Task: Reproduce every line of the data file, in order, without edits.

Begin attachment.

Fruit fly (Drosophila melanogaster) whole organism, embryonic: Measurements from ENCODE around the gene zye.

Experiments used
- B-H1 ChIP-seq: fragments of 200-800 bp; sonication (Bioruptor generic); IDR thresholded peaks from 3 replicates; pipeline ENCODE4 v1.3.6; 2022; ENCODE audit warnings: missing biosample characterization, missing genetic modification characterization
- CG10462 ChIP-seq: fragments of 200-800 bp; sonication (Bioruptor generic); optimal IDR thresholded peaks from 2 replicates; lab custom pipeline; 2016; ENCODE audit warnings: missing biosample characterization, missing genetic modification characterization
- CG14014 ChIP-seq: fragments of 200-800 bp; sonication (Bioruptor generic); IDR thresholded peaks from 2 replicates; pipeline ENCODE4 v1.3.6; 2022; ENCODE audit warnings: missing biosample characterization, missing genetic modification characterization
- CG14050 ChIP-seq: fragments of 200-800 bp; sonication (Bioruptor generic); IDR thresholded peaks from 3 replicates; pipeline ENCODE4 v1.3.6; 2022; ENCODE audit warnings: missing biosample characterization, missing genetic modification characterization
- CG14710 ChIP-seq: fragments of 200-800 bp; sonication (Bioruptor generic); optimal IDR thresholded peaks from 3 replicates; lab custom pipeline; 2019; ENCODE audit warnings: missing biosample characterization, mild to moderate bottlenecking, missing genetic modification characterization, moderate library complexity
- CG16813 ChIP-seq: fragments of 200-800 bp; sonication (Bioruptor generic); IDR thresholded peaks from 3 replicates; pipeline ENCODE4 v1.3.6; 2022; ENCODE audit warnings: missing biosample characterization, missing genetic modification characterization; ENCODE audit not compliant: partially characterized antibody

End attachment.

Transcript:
Fruit fly (Drosophila melanogaster) whole organism, embryonic: Measurements from ENCODE around the gene zye.

Experiments used
- B-H1 ChIP-seq: fragments of 200-800 bp; sonication (Bioruptor generic); IDR thresholded peaks from 3 replicates; pipeline ENCODE4 v1.3.6; 2022; ENCODE audit warnings: missing biosample characterization, missing genetic modification characterization
- CG10462 ChIP-seq: fragments of 200-800 bp; sonication (Bioruptor generic); optimal IDR thresholded peaks from 2 replicates; lab custom pipeline; 2016; ENCODE audit warnings: missing biosample characterization, missing genetic modification characterization
- CG14014 ChIP-seq: fragments of 200-800 bp; sonication (Bioruptor generic); IDR thresholded peaks from 2 replicates; pipeline ENCODE4 v1.3.6; 2022; ENCODE audit warnings: missing biosample characterization, missing genetic modification characterization
- CG14050 ChIP-seq: fragments of 200-800 bp; sonication (Bioruptor generic); IDR thresholded peaks from 3 replicates; pipeline ENCODE4 v1.3.6; 2022; ENCODE audit warnings: missing biosample characterization, missing genetic modification characterization
- CG14710 ChIP-seq: fragments of 200-800 bp; sonication (Bioruptor generic); optimal IDR thresholded peaks from 3 replicates; lab custom pipeline; 2019; ENCODE audit warnings: missing biosample characterization, mild to moderate bottlenecking, missing genetic modification characterization, moderate library complexity
- CG16813 ChIP-seq: fragments of 200-800 bp; sonication (Bioruptor generic); IDR thresholded peaks from 3 replicates; pipeline ENCODE4 v1.3.6; 2022; ENCODE audit warnings: missing biosample characterization, missing genetic modification characterization; ENCODE audit not compliant: partially characterized antibody